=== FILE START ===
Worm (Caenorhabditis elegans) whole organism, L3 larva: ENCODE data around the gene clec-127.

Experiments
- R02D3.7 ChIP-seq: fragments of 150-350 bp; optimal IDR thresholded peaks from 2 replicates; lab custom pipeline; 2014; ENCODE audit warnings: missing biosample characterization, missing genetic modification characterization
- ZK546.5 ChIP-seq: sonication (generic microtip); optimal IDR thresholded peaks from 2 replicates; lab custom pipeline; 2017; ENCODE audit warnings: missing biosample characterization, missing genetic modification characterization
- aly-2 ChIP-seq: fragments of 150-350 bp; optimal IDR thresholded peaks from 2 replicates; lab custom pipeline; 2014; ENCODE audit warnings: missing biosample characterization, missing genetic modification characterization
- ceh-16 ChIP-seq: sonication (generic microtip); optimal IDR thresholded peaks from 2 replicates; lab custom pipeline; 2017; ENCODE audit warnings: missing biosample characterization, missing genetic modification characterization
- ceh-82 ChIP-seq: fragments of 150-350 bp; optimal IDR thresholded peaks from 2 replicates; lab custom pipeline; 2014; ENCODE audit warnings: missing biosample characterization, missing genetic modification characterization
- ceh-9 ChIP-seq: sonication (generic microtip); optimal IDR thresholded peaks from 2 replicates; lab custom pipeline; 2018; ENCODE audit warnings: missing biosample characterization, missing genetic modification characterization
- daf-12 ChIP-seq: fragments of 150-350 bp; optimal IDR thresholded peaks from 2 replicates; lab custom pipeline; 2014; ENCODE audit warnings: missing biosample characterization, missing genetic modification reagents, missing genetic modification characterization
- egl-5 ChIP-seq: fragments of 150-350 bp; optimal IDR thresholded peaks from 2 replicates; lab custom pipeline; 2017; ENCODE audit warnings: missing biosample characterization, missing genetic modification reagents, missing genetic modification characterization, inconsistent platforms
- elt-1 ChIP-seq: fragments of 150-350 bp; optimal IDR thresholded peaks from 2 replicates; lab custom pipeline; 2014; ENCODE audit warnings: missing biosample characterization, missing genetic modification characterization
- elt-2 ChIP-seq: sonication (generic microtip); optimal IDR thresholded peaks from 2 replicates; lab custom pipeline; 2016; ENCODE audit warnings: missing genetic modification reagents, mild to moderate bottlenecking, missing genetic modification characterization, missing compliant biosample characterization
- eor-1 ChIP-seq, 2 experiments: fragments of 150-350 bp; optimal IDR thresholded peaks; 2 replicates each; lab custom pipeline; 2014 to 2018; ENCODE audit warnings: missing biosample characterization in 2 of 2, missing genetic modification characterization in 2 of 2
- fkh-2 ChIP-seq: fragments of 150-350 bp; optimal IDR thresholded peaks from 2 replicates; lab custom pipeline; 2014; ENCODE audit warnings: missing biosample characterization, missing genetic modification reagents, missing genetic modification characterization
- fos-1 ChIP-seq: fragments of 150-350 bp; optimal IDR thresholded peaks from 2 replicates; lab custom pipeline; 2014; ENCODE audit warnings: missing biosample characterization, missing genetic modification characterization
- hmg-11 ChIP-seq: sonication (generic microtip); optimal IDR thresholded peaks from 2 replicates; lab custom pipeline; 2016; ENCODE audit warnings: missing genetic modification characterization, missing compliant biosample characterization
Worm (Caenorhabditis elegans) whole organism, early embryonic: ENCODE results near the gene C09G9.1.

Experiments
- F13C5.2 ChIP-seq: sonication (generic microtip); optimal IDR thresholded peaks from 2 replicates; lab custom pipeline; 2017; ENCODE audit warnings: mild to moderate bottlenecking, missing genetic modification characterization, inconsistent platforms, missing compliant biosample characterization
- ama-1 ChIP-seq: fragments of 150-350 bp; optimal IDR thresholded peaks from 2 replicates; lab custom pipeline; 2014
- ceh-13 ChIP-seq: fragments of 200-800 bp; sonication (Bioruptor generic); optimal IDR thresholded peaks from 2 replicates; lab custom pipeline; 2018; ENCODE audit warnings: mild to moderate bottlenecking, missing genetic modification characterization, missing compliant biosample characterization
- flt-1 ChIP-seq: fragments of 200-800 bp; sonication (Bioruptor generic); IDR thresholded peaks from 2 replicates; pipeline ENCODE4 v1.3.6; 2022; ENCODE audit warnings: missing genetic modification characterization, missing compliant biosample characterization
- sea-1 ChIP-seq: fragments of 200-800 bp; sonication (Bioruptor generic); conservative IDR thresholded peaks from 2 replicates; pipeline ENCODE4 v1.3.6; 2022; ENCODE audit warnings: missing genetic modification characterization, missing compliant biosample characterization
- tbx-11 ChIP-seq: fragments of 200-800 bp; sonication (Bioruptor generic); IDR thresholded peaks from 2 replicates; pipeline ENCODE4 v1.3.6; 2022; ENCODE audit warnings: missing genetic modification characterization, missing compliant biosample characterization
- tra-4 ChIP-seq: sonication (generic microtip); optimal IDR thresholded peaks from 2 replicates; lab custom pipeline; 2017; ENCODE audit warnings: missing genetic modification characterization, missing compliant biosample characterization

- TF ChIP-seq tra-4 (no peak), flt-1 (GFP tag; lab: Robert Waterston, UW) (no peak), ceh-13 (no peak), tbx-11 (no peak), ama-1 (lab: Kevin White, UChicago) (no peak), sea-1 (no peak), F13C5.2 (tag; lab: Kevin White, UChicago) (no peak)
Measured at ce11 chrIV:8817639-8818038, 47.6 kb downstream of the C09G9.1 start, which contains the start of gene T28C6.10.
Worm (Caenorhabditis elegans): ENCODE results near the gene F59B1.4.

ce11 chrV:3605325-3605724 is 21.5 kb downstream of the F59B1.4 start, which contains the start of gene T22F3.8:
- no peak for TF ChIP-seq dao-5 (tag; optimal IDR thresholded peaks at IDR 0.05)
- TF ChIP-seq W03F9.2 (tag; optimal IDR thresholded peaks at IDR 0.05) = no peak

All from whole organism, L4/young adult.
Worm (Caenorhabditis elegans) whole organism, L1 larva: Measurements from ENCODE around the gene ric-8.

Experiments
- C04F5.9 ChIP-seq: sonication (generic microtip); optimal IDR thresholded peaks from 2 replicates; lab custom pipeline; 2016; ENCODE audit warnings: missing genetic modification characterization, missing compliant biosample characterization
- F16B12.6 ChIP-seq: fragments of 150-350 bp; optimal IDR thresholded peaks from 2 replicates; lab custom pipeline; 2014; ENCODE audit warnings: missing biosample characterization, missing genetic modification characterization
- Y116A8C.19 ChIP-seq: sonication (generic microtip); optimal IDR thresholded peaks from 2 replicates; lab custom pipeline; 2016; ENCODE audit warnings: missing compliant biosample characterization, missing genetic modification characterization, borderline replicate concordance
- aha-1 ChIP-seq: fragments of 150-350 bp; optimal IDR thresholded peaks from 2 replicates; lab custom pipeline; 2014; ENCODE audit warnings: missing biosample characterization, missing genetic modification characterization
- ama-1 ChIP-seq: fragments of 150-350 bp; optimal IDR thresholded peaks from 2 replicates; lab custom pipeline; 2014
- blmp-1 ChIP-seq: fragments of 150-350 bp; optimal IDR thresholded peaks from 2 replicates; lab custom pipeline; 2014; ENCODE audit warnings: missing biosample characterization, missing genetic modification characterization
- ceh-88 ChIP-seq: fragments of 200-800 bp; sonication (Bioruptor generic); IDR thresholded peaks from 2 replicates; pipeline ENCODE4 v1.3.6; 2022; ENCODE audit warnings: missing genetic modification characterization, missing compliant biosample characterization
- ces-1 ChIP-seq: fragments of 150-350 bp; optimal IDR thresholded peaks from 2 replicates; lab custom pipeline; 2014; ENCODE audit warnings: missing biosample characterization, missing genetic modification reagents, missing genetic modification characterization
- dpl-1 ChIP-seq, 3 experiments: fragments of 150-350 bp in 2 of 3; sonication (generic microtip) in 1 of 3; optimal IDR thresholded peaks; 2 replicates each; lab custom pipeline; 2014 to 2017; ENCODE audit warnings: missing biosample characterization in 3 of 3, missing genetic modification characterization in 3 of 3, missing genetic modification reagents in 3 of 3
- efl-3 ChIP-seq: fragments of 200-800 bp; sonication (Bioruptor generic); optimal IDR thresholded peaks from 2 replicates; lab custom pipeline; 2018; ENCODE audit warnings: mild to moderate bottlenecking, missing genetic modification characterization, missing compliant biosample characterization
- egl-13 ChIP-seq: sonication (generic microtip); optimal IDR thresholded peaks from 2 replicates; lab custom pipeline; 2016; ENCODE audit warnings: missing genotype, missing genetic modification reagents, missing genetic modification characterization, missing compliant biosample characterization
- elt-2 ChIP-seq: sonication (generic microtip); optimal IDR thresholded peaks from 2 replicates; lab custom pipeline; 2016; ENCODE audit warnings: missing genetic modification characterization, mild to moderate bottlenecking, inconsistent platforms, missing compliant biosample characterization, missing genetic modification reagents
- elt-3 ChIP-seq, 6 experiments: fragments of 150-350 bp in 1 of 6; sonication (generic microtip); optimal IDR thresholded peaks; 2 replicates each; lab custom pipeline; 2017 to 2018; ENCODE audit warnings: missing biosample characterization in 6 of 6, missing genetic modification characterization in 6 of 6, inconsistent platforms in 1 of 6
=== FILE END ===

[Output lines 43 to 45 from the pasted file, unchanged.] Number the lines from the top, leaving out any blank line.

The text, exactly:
- dpl-1 ChIP-seq, 3 experiments: fragments of 150-350 bp in 2 of 3; sonication (generic microtip) in 1 of 3; optimal IDR thresholded peaks; 2 replicates each; lab custom pipeline; 2014 to 2017; ENCODE audit warnings: missing biosample characterization in 3 of 3, missing genetic modification characterization in 3 of 3, missing genetic modification reagents in 3 of 3
- efl-3 ChIP-seq: fragments of 200-800 bp; sonication (Bioruptor generic); optimal IDR thresholded peaks from 2 replicates; lab custom pipeline; 2018; ENCODE audit warnings: mild to moderate bottlenecking, missing genetic modification characterization, missing compliant biosample characterization
- egl-13 ChIP-seq: sonication (generic microtip); optimal IDR thresholded peaks from 2 replicates; lab custom pipeline; 2016; ENCODE audit warnings: missing genotype, missing genetic modification reagents, missing genetic modification characterization, missing compliant biosample characterization